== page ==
Still with birds, in a general sense, paleontologists say they have made the discovery of the century in Scotland. “A fossil of a pterodactyl with a wingspan wider than a king-size bed. The fossil, some seventy percent complete, is the largest of any pterosaur to come from the Jurassic period. When this thing was living about one hundred seventy million years ago, it was the largest animal that had ever flown.” Wow, just imagine how big those cave man bird feeders had to be. (https://www.newser.com/story/317248/largest-known-jurassic-pterodactyl-is-found.html)
A flying creature smaller than a pterodactyl, but a zillion times more annoying, is the mosquito. With summer coming on (in six months or so), there may be some good news in our annual battle with these tiny nasties. “Scientists recently found that mosquitoes are more attracted to some colors than others.”
Apparently, your fashion choices could affect your itch vulnerability. “They found that mosquitoes were drawn most to red, orange, black, and cyan. They also found that mosquitoes ignored green, purple, blue and white. Wearing clothes that avoid the most attractive colors could prove to be another way to reduce bites.” (https://www.cbsnews.com/news/mosquito-research-color-repellant/?ftag=YHF4eb9d17)
Mosquitoes are also attracted to human odors, but there could be help on the way in that regard. “Scientists have created an anti-microbial lining (for clothing) that can wipe out body odor thanks to some sweet-smelling chemicals in wine and chocolate.”
This finding could be useful. “The invention opens the door to making clothes that don’t have to go in the washing machine all the time. This means people working from home could continue wearing the same shirt without stinking it up. Cotton, polyester, and even silk maintained anti-microbial and odor-fighting properties for at least ten washes.”
Better yet, the compound may be great news for hospitals. “We found that the coating neutralizes everything we tested it on. So it could be useful in hospitals and other ideally sterile environments.” (https://www.studyfinds.org/wine-chocolate-destroys-body-odor/)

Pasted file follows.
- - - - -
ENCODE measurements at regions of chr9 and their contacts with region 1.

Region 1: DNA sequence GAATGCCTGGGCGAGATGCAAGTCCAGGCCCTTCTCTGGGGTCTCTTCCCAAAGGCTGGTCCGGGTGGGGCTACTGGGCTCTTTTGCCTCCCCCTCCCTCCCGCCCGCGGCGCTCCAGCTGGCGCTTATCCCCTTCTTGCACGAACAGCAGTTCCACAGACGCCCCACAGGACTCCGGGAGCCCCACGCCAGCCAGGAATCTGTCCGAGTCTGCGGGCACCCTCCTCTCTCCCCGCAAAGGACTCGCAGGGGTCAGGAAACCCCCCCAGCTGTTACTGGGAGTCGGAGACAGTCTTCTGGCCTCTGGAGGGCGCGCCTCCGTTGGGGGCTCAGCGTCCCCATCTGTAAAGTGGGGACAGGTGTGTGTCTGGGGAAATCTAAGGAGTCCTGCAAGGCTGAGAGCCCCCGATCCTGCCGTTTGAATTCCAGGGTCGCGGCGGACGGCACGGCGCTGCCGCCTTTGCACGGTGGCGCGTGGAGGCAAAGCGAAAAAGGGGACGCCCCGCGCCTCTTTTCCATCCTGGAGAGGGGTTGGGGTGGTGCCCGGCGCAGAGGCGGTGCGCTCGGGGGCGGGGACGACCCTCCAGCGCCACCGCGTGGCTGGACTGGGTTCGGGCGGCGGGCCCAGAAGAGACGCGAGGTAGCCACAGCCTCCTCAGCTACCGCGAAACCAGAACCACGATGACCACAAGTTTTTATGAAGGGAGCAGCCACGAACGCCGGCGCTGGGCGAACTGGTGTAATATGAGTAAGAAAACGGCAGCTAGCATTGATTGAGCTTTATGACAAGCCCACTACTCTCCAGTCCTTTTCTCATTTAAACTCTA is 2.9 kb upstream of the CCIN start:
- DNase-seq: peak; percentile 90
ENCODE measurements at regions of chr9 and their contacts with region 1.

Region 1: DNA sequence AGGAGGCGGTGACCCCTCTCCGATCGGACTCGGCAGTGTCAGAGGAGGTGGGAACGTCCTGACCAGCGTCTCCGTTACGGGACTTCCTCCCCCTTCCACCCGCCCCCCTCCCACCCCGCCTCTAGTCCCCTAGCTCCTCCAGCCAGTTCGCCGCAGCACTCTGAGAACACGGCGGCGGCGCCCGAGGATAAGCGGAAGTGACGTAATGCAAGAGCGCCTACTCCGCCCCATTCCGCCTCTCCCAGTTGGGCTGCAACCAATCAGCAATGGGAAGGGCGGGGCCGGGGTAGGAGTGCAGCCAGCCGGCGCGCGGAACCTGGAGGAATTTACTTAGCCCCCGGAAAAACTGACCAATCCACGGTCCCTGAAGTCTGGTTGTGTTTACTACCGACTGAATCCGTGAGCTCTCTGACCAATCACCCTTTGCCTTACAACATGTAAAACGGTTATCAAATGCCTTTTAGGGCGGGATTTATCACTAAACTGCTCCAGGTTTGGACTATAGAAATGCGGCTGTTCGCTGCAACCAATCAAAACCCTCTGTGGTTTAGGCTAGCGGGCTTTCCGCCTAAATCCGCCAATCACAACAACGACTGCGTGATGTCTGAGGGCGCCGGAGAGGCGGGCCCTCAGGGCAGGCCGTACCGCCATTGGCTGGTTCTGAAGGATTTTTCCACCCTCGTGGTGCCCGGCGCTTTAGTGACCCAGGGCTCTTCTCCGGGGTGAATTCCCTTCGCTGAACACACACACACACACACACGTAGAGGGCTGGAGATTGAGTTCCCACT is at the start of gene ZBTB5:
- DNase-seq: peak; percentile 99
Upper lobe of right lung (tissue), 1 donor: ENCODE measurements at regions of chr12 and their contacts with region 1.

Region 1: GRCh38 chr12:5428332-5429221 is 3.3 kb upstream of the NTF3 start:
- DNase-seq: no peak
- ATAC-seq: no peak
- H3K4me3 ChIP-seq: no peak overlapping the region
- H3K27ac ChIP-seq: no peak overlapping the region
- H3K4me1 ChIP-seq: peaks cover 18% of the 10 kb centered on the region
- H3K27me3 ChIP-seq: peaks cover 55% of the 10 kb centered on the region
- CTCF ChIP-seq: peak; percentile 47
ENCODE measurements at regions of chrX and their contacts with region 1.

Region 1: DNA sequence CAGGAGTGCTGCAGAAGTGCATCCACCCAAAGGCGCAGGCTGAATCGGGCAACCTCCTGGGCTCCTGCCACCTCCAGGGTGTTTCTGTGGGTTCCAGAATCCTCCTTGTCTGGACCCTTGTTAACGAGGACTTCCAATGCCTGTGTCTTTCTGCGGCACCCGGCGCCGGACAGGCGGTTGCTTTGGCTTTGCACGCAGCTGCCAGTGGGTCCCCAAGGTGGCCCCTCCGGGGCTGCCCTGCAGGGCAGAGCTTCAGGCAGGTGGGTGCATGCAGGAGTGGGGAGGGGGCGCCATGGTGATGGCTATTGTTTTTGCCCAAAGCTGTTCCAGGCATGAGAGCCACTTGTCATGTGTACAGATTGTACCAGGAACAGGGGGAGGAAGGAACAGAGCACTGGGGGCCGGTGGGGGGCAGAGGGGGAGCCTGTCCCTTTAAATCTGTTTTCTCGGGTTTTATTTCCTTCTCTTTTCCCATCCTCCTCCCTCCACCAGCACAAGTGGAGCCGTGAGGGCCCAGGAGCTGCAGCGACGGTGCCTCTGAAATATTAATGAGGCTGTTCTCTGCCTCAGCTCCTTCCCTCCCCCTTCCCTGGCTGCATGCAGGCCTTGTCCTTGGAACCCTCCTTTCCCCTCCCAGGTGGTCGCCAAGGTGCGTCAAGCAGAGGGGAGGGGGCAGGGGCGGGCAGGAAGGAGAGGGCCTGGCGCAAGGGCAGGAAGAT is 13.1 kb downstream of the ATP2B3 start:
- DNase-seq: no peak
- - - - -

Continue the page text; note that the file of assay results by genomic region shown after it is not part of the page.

With mosquitoes and body odor under control, perhaps this would be a good summer to begin a walking regimen. You may have heard that ten thousand steps a day is a standard goal. You might be interested to know there is absolutely no research behind that number. “It was actually dreamed up by a Japanese marketing campaign.”
That said, there is now some science related to the subject. “A team out of the University of Massachusetts, Amherst determined that getting more exercise is good. But they didn't find anything particularly special about ten thousand steps. Instead seven thousand steps seemed to be an important inflection point. Taking that many steps reduced participants' chances of premature death by fifty to seventy percent. (https://www.inc.com/jessica-stillman/health-exercise-fitness-walking-study.html)
So here's the bottom line. Walking can help improve your creativity, and may even help keep your brain young. But there's nothing magical about ten thousand steps. Seven thousand steps will do just fine. If your fitness device still nags you to do ten thousand steps, feel free to tie the device on your pet's collar while you relax under a shade tree.